“Wolfen” (1981): A Cool Look Back at NYC Transportation Infrastructure

The above apocalyptic-looking still is one of many shots of the South Bronx (circa 1980) from the opening montage to my favorite, New York City-set movie "Wolfen", an often forgotten film (even among horror buffs) about shape-shifters defending their land from greedy fat-cat developers. Though not a 5 star movie, it's a very solid tale with some incredible alfresco scenes providing a reference of just how much NYC has changed in the past 30 years.

Sure there's "The French Connection", "Manhattan", and "The Warriors", but if you love transportation, I'm promising you there's more NYC livable streets nostalgia in this film then any I've seen. Let me take you thru just a few of my favorite scenes.

Very early on a very rich couple are murdered in Battery Park. It's there we meet our protagonist Dewey (right, Albert Finney) a retired detective who is assigned the case. As the police do their work in Battery Park just soak up the scenery of lower Manhattan with the WTC towers and Hudson River making numerous appearances (and yes, that's Gregory Hines, left.)

A few scenes later Finney meets his new partner along the Hudson River for hot dogs and conversation. What makes this scene so incredible? See that elevated highway in the background? That's the former West Side Elevated Highway which partially collapsed in 1973.  It's amazing how little footage of it exists anywhere; it's the only movie I know in which it appears. (Note: "Gridlock Sam" Schwartz speaks much about it in this Streetfilm.)

Now we get into some truly sobering imagery. Sure there are old photos and news stories showing the urban decay of the South Bronx of the 1970s and 80s, but none of it has ever appeared in a pristine 35mm motion picture quite like this.  In "Wolfen" our investigators make multiple visits to the area to look into similar murders that have occurred there.

If you have ever ridden Transportation Alternatives' Tour de Bronx, you'd never know it passes thru some of these areas. Especially this intersection above - which thanks to some careful still-framing & zooming - I believe to be Charlotte Street & East 170th - nowdays a thriving community filled with single family homes. (See an overhead side-by-side comparison at the bottom of this article.) Really, every New Yorker should see this. It's pretty mind-blowing this ever happened to our city.

A few scenes later, some of the Wolfen shape-shifters make their way to the Brooklyn Bridge. From their heat-seeking POV we experience their dash over the pedestrian path as they encounter one of the seven sets of tower steps cyclists and pedestrians used to negotiate. Imagine having to walk your bike up and down all those stairs! Good news: soon after the film's release the steps were replaced with the ramps we have today.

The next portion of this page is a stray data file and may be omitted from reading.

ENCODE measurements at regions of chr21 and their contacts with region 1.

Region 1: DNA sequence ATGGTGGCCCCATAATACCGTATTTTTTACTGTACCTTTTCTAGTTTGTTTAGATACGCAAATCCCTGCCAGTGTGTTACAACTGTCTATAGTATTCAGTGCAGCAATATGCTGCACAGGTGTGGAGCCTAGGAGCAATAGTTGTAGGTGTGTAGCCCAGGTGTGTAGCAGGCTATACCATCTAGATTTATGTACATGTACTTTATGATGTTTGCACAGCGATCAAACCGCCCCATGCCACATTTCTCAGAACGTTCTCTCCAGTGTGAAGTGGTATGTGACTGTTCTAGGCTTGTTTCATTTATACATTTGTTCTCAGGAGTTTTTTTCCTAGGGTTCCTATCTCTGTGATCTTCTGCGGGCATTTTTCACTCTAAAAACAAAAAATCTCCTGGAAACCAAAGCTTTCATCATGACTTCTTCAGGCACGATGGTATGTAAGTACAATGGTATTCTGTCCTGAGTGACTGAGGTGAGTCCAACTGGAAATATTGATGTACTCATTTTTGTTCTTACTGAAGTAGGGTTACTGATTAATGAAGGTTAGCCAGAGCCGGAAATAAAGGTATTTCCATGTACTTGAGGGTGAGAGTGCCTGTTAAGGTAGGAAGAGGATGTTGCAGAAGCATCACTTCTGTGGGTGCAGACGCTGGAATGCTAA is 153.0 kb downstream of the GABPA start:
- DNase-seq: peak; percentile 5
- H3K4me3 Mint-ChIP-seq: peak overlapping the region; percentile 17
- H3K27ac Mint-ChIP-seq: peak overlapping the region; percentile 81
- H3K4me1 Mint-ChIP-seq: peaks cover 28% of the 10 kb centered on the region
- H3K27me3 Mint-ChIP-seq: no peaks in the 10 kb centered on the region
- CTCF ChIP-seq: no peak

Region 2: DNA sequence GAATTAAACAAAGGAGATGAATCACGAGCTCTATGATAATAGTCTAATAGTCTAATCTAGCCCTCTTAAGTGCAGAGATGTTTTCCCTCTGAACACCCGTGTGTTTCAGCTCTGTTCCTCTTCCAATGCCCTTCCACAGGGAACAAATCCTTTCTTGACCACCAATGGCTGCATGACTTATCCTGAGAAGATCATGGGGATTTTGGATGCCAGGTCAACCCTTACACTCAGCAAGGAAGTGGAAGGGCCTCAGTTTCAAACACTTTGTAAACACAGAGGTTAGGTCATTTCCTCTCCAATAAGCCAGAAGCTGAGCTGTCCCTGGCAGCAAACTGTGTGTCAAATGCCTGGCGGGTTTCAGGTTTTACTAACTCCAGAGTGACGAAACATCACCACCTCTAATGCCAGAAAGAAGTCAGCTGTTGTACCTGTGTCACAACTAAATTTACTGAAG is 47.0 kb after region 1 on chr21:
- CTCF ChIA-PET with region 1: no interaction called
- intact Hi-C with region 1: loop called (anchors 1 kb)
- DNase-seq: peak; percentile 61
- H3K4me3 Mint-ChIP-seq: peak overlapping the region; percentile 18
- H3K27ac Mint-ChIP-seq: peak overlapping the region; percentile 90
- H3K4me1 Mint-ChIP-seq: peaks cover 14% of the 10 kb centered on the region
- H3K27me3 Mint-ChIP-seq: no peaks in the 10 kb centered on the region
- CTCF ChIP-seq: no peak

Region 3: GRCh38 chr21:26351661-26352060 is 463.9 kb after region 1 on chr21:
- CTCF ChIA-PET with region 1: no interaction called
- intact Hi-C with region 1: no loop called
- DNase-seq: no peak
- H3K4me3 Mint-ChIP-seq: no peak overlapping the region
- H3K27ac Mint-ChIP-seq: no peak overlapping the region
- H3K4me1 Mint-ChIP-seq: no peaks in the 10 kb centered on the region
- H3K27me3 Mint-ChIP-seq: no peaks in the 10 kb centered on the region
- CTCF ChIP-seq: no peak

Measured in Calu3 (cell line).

In a scene that needs to be seen to believed - since it was somehow shot with a full camera crew atop the windy Manhattan Bridge - an impatient Albert Finney does an uneasy climb to the top to interview some bridge workers who may know something about the murders. Here the lower Manhattan skyline is on beautiful display including the WTC towers.

As he quizzes one of the men (a very young Edward James Olmos) you can see a lot of the Brooklyn waterfront & East River behind them. In this amazing still, on the left  you can see hundreds of cars parked where now the beautiful Brooklyn Bridge Park resides!  I am not aware of any film ever shooting at the top of one NYC bridge and yet this film does it twice (earlier they shoot atop of the Brooklyn Bridge as well.)

I really could go on and on but I think if you're still reading I may have convinced you to rent or watch "Wolfen" on Netflix. There's plenty of Central Park in the movie as well as Riverside Drive, Coney Island, the Central Park Zoo, and this climatic "wolves vs cops" scene above on Wall Street. Sometimes it's hard to recall what some parts of NYC looked like without security fencing, concrete bollards, and twenty-four hour sentries.

And finally as I promised above, here's an overhead view of the area of the South Bronx "Wolfen" was mostly filmed in. I was able to match up close enough visuals of 1980 vs 2012 (that's the elevated 5-subway train two blocks behind the church!) Double-click on it. Pretty cool, huh? And if you do get to watch "Wolfen" you'll see the shapeshifters would have been quite happy with this end result.